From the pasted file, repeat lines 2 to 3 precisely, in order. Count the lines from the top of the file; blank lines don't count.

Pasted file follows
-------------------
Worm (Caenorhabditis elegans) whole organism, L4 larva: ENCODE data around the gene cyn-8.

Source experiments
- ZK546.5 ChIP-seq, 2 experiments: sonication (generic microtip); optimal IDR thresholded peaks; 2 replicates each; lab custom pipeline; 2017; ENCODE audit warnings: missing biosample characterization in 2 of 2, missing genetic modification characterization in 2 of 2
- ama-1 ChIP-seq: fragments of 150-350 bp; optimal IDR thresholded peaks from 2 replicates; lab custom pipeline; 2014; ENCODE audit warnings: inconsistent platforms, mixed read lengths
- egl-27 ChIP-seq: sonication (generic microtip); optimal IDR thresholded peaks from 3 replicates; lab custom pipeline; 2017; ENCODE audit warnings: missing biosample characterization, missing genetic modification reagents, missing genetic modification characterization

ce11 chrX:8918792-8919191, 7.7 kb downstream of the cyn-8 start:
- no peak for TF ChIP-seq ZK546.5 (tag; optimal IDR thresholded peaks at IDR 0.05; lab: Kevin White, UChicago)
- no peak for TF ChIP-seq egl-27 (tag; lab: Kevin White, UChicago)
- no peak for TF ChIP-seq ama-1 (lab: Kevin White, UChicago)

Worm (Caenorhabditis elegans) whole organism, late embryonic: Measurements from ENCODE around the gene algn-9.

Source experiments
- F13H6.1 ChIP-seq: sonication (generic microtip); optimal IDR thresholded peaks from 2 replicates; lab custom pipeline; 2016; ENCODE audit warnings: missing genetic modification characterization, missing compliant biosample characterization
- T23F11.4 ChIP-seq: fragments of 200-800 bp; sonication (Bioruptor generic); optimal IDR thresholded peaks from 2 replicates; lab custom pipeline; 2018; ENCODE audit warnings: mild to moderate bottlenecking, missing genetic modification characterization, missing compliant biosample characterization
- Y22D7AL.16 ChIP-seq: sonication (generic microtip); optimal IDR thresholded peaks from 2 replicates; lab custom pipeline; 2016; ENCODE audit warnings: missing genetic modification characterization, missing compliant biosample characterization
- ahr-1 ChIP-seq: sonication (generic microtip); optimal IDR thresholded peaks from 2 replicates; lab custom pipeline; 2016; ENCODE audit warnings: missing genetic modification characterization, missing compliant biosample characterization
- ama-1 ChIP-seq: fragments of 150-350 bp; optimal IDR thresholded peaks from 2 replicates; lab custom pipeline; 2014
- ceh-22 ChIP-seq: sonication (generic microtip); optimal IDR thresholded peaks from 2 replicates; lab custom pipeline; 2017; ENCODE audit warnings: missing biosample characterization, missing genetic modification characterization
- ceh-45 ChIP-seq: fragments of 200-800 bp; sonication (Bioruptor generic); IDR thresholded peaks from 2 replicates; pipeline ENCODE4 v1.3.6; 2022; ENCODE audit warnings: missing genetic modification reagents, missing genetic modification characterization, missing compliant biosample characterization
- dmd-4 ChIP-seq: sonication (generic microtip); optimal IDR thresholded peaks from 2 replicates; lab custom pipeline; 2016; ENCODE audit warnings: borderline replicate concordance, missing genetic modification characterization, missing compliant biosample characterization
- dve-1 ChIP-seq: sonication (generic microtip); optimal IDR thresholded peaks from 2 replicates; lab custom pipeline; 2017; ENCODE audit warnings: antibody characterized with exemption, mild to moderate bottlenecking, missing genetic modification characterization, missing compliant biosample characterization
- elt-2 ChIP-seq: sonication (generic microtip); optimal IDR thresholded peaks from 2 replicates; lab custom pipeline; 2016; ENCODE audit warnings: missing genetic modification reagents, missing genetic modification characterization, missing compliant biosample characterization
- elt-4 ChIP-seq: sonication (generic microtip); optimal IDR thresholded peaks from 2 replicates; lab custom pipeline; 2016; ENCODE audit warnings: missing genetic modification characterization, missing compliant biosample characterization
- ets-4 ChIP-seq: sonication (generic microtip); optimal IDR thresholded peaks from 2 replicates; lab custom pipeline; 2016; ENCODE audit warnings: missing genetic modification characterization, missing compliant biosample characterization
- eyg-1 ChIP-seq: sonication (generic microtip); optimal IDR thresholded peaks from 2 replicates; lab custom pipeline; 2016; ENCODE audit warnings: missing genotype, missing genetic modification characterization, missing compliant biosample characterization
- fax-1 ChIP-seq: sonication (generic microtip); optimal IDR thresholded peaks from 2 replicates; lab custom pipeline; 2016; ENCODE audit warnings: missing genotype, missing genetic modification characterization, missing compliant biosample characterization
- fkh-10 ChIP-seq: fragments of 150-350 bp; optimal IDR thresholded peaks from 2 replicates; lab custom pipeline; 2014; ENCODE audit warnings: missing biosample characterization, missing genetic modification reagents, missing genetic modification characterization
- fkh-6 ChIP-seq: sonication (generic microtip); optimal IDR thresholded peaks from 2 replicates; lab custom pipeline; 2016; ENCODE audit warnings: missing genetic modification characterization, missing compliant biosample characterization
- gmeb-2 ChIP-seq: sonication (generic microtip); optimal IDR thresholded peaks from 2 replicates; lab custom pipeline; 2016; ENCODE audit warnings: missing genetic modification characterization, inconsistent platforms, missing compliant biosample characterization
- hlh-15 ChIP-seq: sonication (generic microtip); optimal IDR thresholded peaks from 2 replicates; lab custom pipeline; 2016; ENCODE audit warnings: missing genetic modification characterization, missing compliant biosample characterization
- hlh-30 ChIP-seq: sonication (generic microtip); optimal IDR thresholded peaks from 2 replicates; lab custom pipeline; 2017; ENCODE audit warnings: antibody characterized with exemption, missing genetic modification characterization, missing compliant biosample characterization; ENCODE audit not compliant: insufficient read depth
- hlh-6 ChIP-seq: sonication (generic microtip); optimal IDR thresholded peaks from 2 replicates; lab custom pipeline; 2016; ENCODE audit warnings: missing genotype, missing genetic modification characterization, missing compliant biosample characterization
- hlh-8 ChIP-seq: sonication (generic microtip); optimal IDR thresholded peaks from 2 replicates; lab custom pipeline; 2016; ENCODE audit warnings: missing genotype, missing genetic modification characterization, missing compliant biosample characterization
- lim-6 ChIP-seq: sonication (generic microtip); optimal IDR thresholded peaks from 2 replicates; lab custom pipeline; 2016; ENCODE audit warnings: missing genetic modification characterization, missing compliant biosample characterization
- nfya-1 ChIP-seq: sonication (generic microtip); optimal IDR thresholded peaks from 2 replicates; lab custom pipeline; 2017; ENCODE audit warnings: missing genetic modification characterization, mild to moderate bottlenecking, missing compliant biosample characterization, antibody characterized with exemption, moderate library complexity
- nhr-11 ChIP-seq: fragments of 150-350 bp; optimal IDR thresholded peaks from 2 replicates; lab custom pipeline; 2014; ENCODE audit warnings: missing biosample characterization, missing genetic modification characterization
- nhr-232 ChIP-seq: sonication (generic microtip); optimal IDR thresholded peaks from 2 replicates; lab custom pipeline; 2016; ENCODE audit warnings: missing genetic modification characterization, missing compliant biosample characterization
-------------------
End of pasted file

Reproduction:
Source experiments
- ZK546.5 ChIP-seq, 2 experiments: sonication (generic microtip); optimal IDR thresholded peaks; 2 replicates each; lab custom pipeline; 2017; ENCODE audit warnings: missing biosample characterization in 2 of 2, missing genetic modification characterization in 2 of 2